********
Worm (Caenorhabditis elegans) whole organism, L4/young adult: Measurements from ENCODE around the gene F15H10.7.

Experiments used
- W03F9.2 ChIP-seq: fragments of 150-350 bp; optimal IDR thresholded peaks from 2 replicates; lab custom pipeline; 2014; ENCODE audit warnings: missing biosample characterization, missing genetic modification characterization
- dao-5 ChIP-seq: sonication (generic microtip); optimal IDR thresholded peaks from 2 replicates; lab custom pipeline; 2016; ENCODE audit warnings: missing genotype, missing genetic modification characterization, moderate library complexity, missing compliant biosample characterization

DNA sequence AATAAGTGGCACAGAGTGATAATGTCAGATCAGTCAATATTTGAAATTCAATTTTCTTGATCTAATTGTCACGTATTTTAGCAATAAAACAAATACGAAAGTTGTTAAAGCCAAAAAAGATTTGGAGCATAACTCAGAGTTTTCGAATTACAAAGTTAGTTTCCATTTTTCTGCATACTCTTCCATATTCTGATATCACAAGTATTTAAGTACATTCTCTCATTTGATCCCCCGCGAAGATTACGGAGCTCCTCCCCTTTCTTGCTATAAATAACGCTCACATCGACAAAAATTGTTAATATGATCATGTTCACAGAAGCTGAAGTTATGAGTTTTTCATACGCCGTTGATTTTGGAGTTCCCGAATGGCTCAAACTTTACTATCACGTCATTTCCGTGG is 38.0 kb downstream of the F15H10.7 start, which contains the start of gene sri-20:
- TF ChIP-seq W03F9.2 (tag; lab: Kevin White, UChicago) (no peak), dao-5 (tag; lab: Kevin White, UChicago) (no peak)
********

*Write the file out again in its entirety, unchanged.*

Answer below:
Worm (Caenorhabditis elegans) whole organism, L4/young adult: Measurements from ENCODE around the gene F15H10.7.

Experiments used
- W03F9.2 ChIP-seq: fragments of 150-350 bp; optimal IDR thresholded peaks from 2 replicates; lab custom pipeline; 2014; ENCODE audit warnings: missing biosample characterization, missing genetic modification characterization
- dao-5 ChIP-seq: sonication (generic microtip); optimal IDR thresholded peaks from 2 replicates; lab custom pipeline; 2016; ENCODE audit warnings: missing genotype, missing genetic modification characterization, moderate library complexity, missing compliant biosample characterization

DNA sequence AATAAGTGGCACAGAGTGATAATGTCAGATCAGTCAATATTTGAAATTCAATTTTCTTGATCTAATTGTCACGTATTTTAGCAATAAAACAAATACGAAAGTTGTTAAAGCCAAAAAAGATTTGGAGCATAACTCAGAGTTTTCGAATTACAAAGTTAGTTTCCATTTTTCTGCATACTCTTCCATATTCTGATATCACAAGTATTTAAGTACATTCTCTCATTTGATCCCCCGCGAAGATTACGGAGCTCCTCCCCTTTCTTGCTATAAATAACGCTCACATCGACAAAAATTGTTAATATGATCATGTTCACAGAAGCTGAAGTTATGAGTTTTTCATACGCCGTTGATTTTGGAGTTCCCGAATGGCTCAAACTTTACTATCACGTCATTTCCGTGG is 38.0 kb downstream of the F15H10.7 start, which contains the start of gene sri-20:
- TF ChIP-seq W03F9.2 (tag; lab: Kevin White, UChicago) (no peak), dao-5 (tag; lab: Kevin White, UChicago) (no peak)